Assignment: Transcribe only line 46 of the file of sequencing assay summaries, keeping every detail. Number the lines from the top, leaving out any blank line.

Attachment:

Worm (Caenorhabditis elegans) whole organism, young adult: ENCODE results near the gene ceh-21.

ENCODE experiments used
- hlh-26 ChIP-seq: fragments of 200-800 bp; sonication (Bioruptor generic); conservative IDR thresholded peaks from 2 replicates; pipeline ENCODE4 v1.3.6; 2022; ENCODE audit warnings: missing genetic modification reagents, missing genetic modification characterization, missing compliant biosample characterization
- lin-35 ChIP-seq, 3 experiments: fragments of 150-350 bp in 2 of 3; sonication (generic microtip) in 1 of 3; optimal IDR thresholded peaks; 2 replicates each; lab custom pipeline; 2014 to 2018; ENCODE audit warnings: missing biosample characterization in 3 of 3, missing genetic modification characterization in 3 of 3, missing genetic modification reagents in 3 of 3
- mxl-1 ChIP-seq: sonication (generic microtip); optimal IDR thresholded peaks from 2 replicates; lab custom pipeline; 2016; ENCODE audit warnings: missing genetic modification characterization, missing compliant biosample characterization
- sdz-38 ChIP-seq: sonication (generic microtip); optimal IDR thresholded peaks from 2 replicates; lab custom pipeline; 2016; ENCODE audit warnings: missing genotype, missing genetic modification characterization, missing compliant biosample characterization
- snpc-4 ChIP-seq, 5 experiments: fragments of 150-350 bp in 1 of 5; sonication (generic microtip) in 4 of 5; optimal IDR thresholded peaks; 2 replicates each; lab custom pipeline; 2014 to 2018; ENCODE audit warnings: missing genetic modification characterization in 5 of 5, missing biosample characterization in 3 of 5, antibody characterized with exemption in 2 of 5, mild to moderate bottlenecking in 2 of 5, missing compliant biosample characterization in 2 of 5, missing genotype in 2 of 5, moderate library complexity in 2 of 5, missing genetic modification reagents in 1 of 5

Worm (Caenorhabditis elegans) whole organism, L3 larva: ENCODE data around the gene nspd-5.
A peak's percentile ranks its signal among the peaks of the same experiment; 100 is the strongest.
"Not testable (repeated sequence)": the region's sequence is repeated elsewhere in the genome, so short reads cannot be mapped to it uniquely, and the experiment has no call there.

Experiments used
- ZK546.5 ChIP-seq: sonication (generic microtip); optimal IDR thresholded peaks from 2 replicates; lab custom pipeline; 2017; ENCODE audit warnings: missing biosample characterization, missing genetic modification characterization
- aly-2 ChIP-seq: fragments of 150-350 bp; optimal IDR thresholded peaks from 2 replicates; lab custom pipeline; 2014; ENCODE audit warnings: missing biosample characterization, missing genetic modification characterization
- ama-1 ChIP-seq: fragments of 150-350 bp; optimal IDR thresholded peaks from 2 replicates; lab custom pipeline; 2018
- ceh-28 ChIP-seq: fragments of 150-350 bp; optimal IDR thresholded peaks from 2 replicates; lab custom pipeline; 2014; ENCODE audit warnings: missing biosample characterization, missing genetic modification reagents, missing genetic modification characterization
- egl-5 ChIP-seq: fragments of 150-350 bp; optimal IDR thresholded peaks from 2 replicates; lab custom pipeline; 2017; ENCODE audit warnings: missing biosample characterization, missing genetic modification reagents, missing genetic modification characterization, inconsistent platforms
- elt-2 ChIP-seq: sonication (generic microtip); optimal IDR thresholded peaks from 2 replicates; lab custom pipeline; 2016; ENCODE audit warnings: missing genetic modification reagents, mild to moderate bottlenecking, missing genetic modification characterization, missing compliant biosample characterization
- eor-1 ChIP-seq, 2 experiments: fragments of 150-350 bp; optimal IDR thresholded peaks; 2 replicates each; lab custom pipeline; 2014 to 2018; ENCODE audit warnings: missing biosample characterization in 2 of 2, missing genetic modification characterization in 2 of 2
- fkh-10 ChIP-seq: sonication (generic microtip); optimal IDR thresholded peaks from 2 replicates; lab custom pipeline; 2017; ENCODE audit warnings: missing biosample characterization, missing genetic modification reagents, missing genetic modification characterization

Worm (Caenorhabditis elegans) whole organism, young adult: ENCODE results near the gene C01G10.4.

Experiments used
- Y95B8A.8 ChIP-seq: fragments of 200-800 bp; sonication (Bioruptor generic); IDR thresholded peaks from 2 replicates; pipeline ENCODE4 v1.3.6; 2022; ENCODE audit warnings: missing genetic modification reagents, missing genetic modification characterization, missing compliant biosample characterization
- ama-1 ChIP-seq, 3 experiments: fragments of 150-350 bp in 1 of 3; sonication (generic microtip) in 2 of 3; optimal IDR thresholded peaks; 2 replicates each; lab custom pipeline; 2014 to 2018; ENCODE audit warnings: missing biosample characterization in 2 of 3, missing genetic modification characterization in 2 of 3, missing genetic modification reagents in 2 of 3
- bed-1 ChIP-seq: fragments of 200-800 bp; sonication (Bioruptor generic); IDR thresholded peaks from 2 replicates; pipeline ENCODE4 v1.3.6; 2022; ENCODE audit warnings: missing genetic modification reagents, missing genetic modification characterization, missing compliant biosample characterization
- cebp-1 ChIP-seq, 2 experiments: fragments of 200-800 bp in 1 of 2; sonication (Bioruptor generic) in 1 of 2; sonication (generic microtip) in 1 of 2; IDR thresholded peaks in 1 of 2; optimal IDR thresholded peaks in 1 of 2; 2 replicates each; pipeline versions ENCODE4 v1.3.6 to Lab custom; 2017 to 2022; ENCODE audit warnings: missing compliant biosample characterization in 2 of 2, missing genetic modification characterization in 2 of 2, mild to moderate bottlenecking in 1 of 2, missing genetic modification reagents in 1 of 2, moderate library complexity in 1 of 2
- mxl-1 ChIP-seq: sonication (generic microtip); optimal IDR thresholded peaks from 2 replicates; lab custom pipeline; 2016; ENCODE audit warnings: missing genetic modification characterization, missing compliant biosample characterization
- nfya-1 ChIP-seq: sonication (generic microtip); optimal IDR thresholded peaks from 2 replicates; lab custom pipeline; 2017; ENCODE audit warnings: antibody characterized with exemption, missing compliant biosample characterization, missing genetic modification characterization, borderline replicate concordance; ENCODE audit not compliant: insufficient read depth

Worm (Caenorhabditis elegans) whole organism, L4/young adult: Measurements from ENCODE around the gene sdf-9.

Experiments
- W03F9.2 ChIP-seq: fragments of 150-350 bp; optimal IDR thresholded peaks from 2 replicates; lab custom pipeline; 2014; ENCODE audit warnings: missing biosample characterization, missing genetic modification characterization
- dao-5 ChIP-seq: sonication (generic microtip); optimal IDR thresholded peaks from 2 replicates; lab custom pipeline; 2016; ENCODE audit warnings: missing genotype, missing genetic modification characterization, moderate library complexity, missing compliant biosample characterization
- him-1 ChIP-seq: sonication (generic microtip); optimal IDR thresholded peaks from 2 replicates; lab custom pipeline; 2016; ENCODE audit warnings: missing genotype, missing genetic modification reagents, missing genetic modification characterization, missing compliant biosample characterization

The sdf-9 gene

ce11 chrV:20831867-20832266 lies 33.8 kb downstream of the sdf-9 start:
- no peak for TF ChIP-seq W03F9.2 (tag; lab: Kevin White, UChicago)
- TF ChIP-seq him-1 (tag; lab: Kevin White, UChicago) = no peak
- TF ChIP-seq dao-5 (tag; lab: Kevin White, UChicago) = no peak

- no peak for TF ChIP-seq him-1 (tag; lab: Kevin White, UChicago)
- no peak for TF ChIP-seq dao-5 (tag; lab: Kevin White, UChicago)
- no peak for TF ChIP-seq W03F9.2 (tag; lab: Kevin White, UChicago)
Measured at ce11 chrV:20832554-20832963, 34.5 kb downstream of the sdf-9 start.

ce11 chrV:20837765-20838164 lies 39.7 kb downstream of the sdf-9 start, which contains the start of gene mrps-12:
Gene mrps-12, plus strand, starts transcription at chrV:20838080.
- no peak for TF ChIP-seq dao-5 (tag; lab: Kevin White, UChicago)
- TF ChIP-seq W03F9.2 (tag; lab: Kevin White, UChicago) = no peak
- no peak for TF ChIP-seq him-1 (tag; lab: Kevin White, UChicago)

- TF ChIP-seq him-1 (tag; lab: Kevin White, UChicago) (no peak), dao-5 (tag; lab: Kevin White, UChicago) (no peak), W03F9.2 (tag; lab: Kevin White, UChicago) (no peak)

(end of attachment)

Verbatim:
- no peak for TF ChIP-seq him-1 (tag; lab: Kevin White, UChicago)